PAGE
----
"Although the Southern belle started out somewhat tragic (sic) in the '90s, donning pleathery jackets, go-go boots and maroon lipstick (although, weren't we all), by the early 2000s, Witherspoon became a consistent red-carpet winner"
So Reese was wearing clothes from the '90's back in the '90's, which would be so wrong if we didn't have pictures of her wearing this year's clothes, proving that she's fashionable after all.
The sense of relief that washed over this fan at that news was more overwhelming than if he'd read an article about global warming being canceled, but it caused him to start thinking about his own style evolution, or anybody else's, for that matter, and how his fashion slideshow would pan out.
First off, the author seldom gets photographed on red carpets. He is photographed mostly on trips to fish in Mexico, surrounded by other drunken guys wearing sunglasses. Shirtlessness abounds. This is because the weather is warm, not because many of us look good with our shirts off. Also, Reese and the other movie stars get a chance to turn their backs to the camera and then swirl around Vogue-like for maximum on-film glamorousness. When the author has his back to the camera, it is because he is trying to urinate off the side of a panga. He would prefer not to be photographed then. A cursory review of his most recent vacation thumbnails proved he does not always get that wish.
When non-Mexico pics are reviewed, it is fairly obvious the subject owns too many plain polo shirts, and furthermore feels that they are adequately formal for any occasion upon which he might be photographed. Although there are many styles of striped, checked and patterned polo shirts out there, the author apparently thinks wearing one entails too much fashion risk.
While documenting his own style evolution, the author came across many pictures of his son, who will tell you unhesitatingly he is far more fashionable than his father. His thesis is not supported by the evidence. From about the age of fifteen, when he stopped wearing anything his mother bought him at an outlet mall, he's worn stuff with skulls and flowers on it. Sometimes just skulls. Never just flowers.
The author's brother in law, also visible in many photos in the author's possession, does not have a style evolution, since he has worn the same style flannel shirt and pocketed t-shirt every single day since he was discharged from the Navy in 1979. He is one of those guys who even wears the same size shirts he wore in 1979, even though he is not the same size as he was then. A time-lapsed slideshow would show him expanding and straining against his wardrobe like a slow-grilling sausage trying to sizzle through its skin.
Prior to 2005 or so, the author took pictures with a regular camera and had them printed out at a drug store, the same as everybody else. Nowadays he takes pictures with a digital camera, uploads them to his computer and never prints them out at all, the same as everybody else. He had to go to a dusty box to obtain photo images of himself prior to his second-most important fashion decision ever, i.e., the decision to shave off his mustache in 1997. Originally scheduled for 1996, the mustache demolition was postponed a year when the author's then boss, who also sported a long-term mustache, showed up for work clean-shaven, prompting this writer to keep his stache for another change of seasons, for fear of being thought an imitative kiss-ass. The mustache had been in place since the author had been able to successfully grow one, back in the seventies. Originally conceived as an aid to the purchase of liquor while underage, it had (sadly) long outlived that purpose and survived as a hairy hanger-on by sheer inertia.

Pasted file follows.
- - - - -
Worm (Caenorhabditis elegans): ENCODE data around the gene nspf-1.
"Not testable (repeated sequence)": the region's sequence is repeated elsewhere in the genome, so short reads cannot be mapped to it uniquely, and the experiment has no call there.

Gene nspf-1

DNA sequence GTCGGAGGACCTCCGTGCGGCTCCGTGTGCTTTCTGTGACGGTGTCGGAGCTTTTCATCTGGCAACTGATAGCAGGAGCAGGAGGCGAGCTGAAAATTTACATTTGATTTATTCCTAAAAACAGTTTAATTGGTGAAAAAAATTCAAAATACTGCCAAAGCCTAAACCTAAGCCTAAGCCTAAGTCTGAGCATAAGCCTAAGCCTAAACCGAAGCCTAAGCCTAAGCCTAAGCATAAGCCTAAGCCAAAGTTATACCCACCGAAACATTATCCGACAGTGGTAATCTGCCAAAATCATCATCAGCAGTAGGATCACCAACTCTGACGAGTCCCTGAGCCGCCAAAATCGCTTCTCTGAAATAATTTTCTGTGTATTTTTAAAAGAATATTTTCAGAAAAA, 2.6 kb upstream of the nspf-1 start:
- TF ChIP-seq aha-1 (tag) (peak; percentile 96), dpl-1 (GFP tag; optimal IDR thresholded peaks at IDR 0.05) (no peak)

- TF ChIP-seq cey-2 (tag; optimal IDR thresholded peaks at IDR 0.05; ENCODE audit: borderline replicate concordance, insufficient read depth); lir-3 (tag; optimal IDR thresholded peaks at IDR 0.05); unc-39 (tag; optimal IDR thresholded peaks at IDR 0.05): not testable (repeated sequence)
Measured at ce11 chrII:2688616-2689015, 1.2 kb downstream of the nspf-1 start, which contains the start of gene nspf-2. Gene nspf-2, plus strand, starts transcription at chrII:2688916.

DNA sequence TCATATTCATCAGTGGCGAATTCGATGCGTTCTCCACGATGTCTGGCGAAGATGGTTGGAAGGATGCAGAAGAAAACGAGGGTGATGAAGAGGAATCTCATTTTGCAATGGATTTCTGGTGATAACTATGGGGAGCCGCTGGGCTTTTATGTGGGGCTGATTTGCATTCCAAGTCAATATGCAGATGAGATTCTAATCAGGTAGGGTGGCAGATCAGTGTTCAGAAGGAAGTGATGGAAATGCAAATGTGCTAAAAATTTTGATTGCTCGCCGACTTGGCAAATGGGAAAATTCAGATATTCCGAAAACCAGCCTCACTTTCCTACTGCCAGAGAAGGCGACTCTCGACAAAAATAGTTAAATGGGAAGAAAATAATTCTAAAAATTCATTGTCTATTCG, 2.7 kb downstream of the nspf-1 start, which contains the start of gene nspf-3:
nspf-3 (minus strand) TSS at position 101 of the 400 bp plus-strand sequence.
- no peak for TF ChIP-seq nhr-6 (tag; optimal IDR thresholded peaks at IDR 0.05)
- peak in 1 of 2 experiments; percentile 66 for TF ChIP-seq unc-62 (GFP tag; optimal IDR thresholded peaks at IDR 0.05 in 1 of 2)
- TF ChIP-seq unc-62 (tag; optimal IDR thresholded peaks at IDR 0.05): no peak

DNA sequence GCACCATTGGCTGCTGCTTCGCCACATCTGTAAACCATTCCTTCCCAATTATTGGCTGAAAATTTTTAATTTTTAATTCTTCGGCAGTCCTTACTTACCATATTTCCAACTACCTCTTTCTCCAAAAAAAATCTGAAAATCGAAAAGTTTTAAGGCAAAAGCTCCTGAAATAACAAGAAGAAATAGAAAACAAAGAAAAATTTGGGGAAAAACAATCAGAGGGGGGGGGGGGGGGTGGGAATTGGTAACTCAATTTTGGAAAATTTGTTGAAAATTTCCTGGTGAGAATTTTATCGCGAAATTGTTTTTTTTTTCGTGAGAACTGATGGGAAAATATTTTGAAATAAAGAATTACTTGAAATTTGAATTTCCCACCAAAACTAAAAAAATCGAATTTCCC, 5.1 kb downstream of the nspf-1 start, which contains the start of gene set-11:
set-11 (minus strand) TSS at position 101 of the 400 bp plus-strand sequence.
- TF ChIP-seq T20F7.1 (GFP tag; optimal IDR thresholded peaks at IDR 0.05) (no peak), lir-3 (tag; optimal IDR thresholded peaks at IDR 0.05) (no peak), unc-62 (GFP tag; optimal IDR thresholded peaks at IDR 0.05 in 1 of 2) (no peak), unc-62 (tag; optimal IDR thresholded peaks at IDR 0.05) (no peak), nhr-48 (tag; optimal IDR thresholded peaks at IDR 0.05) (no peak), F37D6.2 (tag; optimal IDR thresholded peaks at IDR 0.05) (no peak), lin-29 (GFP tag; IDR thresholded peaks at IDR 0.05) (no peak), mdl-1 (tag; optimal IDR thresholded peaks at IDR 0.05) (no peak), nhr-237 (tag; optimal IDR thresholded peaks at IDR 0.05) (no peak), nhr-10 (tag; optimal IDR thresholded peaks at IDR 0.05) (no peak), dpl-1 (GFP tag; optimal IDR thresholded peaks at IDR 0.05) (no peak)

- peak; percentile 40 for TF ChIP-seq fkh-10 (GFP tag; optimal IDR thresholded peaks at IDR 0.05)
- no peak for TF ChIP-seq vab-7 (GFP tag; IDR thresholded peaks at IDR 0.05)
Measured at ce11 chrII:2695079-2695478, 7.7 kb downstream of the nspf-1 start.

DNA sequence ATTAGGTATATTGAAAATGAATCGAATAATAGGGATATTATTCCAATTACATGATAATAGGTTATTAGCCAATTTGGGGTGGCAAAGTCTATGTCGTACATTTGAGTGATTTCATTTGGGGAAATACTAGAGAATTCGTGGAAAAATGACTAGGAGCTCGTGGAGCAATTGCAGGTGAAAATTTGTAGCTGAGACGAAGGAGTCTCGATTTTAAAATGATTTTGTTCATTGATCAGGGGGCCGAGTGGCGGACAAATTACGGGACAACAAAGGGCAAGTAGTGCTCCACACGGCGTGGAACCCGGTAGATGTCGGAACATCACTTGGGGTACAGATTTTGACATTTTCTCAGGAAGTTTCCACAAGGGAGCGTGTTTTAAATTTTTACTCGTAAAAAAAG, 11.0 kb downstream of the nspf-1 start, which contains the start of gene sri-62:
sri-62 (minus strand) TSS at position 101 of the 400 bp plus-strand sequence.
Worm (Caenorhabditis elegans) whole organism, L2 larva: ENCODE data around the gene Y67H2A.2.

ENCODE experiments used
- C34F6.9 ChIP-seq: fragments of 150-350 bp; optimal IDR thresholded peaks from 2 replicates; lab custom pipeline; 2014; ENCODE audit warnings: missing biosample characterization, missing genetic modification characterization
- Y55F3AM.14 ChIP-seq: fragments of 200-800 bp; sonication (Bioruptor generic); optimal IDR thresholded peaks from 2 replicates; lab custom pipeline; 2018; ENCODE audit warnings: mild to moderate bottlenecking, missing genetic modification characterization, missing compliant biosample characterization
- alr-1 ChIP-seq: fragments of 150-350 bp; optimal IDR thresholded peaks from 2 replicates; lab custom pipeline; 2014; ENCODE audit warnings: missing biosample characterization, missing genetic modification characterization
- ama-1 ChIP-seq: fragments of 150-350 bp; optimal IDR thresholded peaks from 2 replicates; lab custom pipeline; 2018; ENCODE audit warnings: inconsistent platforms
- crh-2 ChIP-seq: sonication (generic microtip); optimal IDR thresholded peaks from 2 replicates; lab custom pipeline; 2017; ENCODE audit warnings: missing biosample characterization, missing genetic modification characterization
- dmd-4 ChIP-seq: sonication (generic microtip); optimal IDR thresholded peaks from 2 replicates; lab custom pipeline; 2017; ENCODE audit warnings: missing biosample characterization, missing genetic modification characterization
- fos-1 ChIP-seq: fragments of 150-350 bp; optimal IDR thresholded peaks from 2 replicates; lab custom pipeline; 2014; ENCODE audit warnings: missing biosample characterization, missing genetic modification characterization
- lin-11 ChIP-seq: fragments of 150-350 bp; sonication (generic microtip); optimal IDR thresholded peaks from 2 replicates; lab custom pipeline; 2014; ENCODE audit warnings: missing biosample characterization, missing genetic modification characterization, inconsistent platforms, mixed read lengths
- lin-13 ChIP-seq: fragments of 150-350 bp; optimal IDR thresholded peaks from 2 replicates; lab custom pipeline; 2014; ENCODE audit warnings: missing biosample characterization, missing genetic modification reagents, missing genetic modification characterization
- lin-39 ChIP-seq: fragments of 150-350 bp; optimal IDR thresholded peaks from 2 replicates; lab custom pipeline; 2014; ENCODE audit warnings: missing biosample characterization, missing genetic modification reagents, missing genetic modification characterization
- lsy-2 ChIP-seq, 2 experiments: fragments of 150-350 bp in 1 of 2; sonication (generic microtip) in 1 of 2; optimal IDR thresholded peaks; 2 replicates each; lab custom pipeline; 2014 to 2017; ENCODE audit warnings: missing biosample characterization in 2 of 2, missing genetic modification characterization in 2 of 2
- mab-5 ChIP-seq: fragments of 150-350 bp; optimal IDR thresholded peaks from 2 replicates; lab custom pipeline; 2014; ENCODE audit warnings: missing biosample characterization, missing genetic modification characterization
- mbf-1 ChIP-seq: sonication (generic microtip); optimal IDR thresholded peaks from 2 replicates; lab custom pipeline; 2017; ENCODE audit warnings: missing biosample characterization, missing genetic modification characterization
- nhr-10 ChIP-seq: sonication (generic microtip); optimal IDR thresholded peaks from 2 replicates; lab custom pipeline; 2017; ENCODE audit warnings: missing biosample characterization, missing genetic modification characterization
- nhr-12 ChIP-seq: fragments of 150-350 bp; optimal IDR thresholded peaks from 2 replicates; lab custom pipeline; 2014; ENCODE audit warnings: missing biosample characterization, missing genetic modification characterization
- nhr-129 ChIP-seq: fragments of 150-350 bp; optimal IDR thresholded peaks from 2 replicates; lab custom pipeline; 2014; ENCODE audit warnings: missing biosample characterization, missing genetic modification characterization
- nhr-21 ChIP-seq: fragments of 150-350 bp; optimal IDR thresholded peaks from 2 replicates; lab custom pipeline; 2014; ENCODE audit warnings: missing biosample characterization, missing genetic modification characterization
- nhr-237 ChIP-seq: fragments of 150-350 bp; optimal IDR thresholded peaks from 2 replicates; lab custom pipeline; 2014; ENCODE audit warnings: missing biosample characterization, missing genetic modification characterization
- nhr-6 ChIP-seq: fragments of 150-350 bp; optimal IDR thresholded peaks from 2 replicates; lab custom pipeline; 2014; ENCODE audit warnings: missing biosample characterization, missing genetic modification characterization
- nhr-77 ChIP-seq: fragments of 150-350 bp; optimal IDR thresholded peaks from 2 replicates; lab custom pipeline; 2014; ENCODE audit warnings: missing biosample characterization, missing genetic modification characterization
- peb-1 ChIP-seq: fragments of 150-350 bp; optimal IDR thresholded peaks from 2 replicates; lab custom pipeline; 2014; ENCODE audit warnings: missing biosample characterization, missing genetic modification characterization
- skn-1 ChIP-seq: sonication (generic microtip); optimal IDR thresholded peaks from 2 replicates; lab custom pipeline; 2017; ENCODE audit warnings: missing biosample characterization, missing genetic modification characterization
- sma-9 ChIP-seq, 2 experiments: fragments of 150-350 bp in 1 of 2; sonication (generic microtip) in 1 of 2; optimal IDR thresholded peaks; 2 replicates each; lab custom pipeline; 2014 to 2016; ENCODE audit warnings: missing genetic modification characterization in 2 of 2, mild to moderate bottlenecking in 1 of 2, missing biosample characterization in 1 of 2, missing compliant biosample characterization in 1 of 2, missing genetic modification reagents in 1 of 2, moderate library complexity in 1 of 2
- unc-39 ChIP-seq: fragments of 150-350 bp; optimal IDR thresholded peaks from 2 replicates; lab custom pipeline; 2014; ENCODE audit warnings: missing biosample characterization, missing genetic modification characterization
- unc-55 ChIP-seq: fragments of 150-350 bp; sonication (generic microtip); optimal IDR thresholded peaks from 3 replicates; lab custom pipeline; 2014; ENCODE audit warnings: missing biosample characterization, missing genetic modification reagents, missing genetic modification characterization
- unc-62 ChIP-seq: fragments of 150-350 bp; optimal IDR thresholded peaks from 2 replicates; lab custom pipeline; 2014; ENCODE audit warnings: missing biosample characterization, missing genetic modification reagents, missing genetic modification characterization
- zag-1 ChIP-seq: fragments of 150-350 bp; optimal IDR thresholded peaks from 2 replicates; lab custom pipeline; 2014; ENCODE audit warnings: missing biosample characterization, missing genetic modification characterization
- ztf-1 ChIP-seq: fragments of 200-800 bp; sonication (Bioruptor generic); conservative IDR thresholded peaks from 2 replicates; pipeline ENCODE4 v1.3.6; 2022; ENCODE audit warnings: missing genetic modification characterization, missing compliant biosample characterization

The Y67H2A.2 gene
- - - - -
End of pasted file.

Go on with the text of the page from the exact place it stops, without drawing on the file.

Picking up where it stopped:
The author's decision to eliminate all head hair, circa 2007, has to rank as his most important fashion milestone. The decision was generally well-received. His appearance after shaving his scalp was hailed as similar to several show business figures, namely Michael Chiklis (many observers) Bruce Willis (several) and Uncle Fester (only one). Contrary to what some observers claim, the hairstyle this writer sported prior to his emancipation from cranial hair altogether was not a comb-over, although admittedly the prevailing winds often affected its appearance negatively, depending on their strength and direction.
As nearly everyone who has gone from nasty fringe to noble unadorned pate has noted, women prefer the latter look. Also street intimidators, such as aggressive panhandlers and packs of youthful loiterers now assume the author is a retired SEAL rather than an insurance agent, and so he gets less attention from them.
The women are the most important thing, though, and the author's present Significant Other is a beautiful exemplar of her gender, and also a lady of deep, documented intelligence and sparkling wit. She says this writer is her first bald guy, and so far she seems content with the genre.
The problem is she wants the mustache back.